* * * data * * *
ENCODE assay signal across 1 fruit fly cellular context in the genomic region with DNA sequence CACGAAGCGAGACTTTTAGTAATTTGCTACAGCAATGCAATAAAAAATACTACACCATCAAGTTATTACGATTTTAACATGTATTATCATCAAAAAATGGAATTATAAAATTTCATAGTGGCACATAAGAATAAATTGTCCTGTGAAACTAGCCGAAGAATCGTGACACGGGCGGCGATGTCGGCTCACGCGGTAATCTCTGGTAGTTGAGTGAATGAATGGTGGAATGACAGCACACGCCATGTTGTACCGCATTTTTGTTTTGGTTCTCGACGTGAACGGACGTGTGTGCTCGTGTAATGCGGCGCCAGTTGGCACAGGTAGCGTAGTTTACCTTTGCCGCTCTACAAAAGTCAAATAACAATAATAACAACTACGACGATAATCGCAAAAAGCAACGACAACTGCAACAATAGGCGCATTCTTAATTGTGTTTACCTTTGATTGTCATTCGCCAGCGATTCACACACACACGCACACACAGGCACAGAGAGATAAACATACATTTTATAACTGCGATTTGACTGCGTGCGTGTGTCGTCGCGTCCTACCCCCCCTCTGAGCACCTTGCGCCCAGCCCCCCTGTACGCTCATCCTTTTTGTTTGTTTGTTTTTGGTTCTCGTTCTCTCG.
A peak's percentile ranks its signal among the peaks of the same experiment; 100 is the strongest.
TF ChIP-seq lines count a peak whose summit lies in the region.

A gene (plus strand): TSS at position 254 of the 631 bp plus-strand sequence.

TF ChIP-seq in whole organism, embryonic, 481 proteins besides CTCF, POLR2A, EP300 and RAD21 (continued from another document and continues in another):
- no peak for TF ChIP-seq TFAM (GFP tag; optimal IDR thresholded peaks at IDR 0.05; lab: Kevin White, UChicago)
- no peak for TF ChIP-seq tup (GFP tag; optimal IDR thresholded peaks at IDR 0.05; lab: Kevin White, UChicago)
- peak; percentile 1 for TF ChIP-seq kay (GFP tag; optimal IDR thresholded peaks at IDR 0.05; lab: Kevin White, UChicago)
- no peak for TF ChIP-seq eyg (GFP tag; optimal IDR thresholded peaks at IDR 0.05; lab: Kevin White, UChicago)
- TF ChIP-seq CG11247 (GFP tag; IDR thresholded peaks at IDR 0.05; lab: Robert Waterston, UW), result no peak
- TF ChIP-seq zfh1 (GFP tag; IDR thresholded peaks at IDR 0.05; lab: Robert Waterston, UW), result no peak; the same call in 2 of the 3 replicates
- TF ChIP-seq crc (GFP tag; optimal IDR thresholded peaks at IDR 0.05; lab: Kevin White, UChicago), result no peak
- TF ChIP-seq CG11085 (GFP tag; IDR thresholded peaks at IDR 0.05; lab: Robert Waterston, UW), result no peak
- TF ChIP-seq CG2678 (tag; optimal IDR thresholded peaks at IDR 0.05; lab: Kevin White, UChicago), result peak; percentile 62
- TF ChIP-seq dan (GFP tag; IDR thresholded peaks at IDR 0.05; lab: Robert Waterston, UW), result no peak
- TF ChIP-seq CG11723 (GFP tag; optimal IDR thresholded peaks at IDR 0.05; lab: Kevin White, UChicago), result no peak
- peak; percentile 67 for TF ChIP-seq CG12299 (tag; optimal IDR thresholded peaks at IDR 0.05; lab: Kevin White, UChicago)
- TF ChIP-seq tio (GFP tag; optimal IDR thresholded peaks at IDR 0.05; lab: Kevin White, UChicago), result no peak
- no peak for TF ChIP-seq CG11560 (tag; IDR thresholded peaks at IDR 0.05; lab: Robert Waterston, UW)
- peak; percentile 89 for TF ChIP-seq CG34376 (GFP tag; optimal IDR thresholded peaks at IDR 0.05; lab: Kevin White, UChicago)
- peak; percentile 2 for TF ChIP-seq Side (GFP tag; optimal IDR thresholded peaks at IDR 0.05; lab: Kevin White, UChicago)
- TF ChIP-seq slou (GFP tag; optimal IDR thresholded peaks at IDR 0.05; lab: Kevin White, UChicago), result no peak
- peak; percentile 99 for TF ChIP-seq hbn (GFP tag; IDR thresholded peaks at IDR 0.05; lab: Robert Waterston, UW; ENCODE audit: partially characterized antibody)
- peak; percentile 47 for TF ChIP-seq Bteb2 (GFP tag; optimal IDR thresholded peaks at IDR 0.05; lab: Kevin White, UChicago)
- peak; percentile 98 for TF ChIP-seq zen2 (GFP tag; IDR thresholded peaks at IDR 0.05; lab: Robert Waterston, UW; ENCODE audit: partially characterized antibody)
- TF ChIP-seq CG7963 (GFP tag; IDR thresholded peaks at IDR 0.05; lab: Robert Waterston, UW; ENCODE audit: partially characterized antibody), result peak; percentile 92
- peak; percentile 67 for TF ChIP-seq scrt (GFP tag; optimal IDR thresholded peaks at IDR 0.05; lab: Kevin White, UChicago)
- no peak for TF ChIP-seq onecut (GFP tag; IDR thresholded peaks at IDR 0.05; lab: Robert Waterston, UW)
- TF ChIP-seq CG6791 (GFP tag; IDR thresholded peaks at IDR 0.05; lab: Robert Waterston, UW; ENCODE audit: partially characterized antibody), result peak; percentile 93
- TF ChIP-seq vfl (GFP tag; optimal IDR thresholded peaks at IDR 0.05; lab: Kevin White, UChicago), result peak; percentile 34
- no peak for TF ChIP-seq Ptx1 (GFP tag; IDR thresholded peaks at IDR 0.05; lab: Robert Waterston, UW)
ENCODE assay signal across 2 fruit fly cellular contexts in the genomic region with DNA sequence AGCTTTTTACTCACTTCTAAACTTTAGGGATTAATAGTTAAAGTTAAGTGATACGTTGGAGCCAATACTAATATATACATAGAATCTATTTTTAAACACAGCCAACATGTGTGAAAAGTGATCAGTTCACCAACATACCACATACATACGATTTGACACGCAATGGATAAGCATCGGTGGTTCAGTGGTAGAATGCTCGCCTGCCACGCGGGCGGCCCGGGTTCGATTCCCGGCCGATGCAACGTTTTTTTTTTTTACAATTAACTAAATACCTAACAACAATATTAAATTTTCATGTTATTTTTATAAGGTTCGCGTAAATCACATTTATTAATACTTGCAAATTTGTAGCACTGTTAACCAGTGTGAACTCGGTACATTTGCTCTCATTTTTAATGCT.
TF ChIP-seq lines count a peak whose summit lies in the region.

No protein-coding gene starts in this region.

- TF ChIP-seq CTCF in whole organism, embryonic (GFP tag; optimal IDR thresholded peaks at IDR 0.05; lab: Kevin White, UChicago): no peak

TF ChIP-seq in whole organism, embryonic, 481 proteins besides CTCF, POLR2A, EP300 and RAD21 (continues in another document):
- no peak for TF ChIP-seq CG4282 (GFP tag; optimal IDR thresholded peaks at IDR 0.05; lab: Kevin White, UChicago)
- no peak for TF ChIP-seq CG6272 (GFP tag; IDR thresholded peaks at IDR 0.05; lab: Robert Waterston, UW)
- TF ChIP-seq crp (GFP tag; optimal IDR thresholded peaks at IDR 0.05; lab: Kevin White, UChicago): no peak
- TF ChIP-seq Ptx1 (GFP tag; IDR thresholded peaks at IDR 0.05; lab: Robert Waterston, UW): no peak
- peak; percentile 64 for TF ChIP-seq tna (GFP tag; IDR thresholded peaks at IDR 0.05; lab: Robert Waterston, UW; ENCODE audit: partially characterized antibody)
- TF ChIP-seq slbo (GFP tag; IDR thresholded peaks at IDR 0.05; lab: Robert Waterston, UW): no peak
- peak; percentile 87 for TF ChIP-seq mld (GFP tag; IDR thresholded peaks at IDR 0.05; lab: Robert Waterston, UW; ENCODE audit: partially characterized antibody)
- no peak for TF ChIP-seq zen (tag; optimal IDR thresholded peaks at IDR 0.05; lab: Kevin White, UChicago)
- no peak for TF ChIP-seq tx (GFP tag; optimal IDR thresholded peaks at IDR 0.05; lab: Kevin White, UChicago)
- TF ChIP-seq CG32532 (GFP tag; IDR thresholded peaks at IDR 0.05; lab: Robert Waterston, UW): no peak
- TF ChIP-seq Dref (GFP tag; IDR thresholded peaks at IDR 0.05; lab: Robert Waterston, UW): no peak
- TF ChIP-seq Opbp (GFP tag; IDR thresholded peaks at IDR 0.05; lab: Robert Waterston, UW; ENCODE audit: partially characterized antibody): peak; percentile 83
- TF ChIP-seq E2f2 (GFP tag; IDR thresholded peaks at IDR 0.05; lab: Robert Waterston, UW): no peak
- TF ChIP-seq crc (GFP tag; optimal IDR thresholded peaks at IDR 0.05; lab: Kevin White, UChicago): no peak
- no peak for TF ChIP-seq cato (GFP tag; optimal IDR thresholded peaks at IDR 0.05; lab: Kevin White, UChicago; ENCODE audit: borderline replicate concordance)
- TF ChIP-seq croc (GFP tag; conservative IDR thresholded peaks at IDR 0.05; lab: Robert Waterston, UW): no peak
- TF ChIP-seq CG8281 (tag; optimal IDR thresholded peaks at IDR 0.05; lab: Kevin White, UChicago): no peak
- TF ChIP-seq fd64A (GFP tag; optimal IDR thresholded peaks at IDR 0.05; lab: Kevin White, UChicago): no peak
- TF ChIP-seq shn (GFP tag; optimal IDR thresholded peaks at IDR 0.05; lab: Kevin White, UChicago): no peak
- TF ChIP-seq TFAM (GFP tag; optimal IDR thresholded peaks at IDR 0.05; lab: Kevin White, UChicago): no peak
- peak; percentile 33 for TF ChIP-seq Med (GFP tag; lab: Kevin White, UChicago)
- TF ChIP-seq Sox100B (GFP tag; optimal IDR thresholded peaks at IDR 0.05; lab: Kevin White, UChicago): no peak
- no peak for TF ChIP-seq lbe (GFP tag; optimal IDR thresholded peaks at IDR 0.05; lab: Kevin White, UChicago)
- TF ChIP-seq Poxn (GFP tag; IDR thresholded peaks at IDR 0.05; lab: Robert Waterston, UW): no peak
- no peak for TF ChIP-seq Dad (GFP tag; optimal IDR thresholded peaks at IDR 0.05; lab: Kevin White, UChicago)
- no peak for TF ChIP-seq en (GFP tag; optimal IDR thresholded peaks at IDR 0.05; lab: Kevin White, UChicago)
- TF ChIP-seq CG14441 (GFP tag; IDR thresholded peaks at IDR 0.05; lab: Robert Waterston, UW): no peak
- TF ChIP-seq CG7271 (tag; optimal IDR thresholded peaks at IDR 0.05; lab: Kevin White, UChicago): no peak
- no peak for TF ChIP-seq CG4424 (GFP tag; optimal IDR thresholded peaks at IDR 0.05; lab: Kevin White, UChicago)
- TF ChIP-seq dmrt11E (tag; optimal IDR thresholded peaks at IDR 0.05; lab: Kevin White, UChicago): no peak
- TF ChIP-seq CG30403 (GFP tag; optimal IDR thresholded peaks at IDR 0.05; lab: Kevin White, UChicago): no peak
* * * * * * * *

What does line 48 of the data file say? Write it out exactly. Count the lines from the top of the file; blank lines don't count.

- TF ChIP-seq Opbp (GFP tag; IDR thresholded peaks at IDR 0.05; lab: Robert Waterston, UW; ENCODE audit: partially characterized antibody): peak; percentile 83